Animal of the Week: Malabar Pit Viper
Malabar pit viper (Trimeresurus malabaricus)
Great place to see the Malabar pit viper: Amboli in Maharashtra, India
Also known as the Malabar rock pit viper and rock viper, the Malabar pit viper is endemic to the southwestern part of India. You will only know by being in its presence a few feet away just how photogenic this stunning snake is, and probably the jittery fact that it is venomous will also fade away as you might get to capture this beauty before it slithers away from your vision.
The spectacular scales and pattern of this rock viper make for breathtaking portraits and close-up shots too. Different colour morphs such as green, brown and yellow are known to exist in the southern and western Indian forests – both evergreen and deciduous. In the moist forests, the pit viper can dwell in shrubs, on low vegetation and on ground. While the pit viper is nocturnal, it can be found basking by streams or on rocks or trees inactively during the day, which means when you come across one even in the day, you might get some enchanting pictures of it in its habitat. It feeds mainly on geckos, tree frogs and musk shrews among other small animals.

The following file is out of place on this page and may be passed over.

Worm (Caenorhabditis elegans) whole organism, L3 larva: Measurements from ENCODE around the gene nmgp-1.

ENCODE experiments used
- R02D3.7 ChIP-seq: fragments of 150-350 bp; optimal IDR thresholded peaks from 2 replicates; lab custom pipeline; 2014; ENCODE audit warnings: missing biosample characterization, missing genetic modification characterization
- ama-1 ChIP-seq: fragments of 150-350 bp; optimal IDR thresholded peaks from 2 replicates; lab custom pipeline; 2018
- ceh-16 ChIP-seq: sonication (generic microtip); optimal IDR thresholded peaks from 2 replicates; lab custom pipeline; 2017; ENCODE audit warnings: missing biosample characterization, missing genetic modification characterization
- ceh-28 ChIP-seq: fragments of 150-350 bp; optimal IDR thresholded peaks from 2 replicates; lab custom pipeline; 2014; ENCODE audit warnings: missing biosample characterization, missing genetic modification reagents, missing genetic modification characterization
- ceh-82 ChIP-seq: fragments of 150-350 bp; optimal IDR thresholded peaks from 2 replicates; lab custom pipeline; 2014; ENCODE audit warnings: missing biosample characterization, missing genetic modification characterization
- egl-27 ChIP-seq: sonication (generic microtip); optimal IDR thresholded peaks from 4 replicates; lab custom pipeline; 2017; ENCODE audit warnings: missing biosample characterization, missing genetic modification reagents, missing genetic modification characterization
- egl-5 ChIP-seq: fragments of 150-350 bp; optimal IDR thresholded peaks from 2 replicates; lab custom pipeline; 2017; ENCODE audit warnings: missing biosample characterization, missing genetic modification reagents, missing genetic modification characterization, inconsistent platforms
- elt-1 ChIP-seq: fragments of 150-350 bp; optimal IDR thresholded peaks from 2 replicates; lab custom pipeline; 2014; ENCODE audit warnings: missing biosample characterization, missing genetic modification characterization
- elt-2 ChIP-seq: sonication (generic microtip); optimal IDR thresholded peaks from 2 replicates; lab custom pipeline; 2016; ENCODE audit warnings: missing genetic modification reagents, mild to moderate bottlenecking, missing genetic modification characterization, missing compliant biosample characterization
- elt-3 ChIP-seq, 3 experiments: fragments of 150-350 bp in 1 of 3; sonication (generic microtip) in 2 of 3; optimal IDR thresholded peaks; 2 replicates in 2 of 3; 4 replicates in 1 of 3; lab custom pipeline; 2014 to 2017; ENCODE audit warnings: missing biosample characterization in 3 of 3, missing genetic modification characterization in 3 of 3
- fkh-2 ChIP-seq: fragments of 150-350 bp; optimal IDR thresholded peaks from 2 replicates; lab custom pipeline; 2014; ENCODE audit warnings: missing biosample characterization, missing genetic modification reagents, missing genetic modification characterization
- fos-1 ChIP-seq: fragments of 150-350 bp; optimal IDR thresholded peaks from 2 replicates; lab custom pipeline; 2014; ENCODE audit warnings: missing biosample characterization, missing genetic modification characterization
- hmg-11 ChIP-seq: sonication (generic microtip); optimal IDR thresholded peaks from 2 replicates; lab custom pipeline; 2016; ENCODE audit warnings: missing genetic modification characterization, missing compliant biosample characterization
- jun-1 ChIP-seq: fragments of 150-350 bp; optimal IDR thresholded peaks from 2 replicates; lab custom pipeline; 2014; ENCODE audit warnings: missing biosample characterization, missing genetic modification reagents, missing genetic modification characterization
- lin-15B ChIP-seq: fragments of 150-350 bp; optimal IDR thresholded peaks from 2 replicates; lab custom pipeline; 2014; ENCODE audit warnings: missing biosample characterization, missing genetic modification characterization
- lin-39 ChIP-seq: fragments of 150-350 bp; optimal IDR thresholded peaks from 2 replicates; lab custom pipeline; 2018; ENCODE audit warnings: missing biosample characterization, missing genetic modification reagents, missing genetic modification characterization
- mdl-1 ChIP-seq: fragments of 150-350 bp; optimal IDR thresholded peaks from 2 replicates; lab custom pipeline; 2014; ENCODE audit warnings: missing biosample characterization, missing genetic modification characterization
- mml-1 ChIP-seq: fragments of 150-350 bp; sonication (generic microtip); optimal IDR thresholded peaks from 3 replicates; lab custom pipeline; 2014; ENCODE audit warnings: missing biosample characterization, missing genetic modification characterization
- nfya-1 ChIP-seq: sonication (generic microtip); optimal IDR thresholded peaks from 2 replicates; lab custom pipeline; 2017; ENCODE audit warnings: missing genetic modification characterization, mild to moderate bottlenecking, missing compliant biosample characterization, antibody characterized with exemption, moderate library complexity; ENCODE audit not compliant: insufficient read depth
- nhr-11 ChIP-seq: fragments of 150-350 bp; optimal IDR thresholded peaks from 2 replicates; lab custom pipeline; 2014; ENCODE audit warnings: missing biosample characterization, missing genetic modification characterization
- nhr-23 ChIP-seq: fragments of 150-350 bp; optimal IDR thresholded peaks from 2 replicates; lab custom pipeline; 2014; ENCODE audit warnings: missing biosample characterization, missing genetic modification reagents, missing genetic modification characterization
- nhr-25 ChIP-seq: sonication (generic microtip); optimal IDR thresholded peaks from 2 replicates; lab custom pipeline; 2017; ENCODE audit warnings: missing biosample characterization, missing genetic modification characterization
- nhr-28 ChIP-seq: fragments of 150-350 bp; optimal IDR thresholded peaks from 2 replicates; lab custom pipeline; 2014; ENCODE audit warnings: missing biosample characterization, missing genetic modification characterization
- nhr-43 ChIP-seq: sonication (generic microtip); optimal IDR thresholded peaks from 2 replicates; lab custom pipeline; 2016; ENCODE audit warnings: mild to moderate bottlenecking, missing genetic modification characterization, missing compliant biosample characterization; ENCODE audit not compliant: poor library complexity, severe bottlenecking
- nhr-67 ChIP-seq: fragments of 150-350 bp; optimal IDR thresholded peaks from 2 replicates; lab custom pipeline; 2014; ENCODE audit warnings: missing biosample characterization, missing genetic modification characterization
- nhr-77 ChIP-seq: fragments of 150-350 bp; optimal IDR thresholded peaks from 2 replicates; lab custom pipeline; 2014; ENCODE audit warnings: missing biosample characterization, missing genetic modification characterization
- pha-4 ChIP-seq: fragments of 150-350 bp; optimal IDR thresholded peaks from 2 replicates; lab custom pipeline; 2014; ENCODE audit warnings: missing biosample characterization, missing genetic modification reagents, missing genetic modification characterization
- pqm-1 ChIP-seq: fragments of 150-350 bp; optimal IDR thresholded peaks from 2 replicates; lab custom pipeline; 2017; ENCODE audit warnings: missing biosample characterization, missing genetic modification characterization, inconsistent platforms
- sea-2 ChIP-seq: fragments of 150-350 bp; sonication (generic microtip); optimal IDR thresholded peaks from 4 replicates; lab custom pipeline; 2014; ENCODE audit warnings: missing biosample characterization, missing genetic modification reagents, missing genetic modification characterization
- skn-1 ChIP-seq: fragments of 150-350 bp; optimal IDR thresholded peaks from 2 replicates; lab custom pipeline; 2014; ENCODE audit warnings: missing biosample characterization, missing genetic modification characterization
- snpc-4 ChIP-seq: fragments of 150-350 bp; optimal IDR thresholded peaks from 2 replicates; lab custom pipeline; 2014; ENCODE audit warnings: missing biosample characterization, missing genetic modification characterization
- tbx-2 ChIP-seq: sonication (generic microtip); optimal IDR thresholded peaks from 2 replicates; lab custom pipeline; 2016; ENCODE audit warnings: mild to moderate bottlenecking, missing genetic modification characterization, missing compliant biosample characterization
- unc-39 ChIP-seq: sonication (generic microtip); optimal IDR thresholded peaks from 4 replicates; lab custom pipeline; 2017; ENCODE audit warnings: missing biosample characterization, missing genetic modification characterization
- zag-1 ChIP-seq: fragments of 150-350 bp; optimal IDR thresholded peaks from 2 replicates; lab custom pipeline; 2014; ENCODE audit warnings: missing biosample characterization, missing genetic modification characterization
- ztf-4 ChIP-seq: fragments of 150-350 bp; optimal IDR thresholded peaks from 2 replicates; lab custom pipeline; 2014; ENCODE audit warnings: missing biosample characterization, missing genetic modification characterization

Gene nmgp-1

The hole in its face, referred to as ‘pit organs’, can detect infrared radiation from warm bodies with the help of a membrane. This way, this nocturnal pit viper can, what we call ‘see’, even in the dark, which is why it is our Animal of the Week!